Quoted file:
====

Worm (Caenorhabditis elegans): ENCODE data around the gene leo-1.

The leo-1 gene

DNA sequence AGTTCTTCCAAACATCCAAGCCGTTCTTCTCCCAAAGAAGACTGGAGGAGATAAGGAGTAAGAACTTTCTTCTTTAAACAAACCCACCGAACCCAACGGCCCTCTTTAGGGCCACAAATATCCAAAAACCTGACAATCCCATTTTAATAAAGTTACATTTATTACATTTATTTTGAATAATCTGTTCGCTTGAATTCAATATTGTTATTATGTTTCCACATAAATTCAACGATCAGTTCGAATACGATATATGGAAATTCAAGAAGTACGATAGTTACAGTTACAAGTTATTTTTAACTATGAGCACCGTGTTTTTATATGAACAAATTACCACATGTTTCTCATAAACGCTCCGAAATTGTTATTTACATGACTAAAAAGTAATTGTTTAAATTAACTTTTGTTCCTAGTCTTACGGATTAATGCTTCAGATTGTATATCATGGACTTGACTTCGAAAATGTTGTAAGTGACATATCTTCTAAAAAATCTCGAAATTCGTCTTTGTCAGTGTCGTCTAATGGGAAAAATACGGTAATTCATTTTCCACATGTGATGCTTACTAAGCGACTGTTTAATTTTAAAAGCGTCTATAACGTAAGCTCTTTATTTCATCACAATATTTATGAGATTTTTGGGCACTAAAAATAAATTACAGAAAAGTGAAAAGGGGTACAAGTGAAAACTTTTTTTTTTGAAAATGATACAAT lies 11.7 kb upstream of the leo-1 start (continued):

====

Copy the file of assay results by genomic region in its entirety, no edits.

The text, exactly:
Worm (Caenorhabditis elegans): ENCODE data around the gene leo-1.

The leo-1 gene

DNA sequence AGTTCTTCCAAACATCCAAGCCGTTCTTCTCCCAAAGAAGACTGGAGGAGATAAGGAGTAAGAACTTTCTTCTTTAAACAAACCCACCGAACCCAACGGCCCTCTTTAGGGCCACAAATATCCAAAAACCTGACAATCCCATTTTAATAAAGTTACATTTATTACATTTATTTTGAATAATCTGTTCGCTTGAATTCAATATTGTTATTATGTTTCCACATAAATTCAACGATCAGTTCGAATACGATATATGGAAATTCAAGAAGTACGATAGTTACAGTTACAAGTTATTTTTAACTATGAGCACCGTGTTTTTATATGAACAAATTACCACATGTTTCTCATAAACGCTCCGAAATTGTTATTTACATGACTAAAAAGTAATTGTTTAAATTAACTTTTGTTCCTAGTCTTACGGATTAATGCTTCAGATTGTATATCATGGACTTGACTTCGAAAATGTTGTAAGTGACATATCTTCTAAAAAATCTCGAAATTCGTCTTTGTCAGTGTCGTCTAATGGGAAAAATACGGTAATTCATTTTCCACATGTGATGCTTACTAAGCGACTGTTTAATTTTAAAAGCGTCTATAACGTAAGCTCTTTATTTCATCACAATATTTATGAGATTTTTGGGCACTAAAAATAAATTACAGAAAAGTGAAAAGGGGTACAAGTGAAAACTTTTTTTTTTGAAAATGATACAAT lies 11.7 kb upstream of the leo-1 start (continued):